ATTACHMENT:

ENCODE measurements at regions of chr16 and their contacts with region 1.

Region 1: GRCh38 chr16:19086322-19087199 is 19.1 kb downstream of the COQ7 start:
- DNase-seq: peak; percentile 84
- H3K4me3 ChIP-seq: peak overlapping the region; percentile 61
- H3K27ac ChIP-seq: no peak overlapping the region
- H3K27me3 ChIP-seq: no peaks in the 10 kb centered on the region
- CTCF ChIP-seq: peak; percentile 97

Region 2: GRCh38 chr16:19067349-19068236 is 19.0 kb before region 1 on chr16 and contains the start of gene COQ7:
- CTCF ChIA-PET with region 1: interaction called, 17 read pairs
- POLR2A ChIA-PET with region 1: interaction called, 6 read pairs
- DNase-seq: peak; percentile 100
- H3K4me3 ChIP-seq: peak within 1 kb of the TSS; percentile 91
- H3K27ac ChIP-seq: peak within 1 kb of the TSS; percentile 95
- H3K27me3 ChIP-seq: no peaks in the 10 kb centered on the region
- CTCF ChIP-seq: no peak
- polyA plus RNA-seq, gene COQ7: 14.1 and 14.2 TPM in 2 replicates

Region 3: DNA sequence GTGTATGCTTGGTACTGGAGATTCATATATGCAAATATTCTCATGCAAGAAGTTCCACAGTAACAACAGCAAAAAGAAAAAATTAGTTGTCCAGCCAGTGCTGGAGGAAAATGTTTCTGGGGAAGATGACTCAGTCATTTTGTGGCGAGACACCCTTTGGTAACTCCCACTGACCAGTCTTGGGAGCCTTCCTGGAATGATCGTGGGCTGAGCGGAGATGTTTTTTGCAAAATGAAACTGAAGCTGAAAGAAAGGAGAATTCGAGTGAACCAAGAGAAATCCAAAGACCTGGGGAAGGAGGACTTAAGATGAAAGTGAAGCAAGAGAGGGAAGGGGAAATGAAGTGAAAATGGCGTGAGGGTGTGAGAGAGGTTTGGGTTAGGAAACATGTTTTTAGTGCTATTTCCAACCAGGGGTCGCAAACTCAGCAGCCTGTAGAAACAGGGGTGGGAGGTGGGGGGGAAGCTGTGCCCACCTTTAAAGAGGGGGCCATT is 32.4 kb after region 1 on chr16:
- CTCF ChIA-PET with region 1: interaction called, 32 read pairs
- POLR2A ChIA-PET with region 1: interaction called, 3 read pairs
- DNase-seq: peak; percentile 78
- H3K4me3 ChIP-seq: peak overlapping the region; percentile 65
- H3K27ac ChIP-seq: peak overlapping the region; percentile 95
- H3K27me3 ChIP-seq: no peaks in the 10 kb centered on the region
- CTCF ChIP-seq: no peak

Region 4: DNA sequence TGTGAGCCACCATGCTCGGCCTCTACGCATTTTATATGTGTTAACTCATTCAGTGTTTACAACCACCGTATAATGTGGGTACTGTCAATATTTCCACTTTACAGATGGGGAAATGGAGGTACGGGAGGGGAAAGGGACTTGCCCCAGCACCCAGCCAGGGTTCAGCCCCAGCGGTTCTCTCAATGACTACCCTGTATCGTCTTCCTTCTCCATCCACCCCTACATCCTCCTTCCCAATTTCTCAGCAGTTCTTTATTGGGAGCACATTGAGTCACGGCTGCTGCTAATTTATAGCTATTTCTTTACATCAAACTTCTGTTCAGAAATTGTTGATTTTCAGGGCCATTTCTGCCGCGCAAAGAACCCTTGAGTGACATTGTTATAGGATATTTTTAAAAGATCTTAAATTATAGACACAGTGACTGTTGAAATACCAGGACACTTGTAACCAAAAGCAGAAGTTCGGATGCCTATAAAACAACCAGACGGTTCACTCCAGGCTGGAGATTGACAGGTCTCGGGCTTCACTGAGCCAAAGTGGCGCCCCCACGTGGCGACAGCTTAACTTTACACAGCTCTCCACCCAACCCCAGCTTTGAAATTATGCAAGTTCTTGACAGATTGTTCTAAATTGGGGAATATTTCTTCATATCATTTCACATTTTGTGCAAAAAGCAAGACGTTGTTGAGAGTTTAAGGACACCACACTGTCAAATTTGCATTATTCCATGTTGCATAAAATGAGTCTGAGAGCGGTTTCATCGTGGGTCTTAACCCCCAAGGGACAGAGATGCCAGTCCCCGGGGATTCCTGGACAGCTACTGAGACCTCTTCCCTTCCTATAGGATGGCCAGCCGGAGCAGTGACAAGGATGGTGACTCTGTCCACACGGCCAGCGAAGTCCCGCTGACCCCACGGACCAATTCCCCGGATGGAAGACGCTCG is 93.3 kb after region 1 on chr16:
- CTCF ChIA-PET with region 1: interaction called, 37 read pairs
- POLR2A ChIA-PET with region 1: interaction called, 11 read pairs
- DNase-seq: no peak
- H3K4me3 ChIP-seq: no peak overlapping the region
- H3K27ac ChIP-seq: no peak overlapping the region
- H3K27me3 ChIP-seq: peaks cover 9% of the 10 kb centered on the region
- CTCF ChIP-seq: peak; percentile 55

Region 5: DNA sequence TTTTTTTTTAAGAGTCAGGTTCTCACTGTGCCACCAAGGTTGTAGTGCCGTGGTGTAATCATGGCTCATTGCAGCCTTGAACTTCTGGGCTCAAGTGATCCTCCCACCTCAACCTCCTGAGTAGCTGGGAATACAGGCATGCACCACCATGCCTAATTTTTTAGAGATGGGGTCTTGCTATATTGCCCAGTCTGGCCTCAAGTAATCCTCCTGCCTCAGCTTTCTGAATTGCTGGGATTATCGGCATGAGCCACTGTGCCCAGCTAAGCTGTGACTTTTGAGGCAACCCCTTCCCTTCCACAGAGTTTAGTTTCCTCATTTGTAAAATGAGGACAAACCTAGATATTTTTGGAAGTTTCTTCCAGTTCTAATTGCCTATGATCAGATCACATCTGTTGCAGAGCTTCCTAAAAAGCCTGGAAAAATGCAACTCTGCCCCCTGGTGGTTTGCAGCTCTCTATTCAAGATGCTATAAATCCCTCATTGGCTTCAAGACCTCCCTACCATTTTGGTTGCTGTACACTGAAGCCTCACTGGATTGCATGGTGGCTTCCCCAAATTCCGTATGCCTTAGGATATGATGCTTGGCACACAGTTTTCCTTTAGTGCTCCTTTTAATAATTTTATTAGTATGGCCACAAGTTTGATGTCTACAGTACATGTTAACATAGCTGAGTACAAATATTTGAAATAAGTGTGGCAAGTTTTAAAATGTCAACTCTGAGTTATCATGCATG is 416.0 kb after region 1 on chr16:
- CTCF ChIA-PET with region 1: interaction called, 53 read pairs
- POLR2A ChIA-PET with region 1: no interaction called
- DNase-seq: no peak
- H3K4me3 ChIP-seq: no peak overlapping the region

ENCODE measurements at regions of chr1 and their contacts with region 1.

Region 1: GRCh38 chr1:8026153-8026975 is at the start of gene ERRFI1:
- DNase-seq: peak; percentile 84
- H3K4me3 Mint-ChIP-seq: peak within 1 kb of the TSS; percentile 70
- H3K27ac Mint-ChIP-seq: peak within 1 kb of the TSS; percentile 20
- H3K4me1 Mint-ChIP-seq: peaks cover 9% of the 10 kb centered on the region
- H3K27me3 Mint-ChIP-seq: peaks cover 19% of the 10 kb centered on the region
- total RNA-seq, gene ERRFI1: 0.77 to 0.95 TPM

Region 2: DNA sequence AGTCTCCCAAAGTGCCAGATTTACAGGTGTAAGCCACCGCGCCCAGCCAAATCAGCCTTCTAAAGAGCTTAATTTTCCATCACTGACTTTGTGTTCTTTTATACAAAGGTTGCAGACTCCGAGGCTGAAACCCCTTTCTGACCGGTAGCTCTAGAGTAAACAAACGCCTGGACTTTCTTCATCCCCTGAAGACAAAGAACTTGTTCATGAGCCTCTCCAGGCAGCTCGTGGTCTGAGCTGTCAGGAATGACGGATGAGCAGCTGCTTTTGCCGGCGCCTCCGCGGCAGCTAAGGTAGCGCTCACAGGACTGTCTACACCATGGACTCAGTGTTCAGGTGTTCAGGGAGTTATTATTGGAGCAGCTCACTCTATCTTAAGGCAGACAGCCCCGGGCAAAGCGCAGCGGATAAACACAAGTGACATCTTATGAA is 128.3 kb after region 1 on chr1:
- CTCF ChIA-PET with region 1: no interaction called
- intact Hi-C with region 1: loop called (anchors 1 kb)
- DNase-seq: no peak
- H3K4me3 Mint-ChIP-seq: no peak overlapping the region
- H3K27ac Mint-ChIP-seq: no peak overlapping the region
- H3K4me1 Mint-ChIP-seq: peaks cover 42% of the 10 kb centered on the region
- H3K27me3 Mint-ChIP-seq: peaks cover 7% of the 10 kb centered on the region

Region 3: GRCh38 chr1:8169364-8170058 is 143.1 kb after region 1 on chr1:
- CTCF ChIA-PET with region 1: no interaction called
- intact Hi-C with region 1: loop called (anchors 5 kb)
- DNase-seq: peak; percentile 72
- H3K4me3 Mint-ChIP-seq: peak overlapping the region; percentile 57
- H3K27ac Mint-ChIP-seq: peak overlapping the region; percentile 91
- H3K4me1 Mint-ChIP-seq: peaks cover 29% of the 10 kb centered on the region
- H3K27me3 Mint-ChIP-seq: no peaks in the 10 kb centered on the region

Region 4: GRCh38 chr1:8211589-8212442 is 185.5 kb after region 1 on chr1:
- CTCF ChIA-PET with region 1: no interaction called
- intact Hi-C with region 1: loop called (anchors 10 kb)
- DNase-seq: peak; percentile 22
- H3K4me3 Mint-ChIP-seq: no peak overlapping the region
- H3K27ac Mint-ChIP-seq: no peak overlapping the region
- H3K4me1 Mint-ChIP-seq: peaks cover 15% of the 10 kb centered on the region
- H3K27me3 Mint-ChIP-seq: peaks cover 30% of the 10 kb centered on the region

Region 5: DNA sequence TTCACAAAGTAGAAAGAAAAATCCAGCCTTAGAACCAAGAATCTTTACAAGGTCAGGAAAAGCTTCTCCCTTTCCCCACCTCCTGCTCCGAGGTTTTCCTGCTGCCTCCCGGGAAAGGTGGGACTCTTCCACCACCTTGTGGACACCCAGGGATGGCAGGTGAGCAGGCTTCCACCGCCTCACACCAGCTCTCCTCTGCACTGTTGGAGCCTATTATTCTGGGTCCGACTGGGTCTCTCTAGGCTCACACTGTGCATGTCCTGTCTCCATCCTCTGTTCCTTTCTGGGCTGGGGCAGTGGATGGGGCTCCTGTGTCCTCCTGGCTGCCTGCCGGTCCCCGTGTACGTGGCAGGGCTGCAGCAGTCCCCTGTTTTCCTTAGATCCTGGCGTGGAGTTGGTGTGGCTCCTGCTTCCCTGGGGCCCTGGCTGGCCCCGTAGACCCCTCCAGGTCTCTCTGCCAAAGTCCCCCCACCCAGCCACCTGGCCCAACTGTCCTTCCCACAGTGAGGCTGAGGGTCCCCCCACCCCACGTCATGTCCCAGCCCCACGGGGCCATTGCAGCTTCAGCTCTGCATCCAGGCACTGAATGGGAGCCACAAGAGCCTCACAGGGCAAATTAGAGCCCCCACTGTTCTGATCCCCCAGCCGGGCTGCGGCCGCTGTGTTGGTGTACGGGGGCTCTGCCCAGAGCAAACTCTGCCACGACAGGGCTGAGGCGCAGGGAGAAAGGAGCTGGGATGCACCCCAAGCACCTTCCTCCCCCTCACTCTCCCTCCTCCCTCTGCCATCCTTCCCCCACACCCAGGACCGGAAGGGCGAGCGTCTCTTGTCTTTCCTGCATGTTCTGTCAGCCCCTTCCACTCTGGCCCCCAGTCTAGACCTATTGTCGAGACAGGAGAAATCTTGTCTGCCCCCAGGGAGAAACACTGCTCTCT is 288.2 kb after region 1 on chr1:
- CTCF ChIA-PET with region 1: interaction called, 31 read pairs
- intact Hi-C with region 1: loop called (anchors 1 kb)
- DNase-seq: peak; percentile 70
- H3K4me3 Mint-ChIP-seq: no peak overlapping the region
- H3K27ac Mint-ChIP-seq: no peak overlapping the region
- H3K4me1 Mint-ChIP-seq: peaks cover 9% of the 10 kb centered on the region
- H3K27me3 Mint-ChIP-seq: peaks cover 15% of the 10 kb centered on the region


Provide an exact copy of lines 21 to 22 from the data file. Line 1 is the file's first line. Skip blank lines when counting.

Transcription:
- H3K4me3 ChIP-seq: peak overlapping the region; percentile 65
- H3K27ac ChIP-seq: peak overlapping the region; percentile 95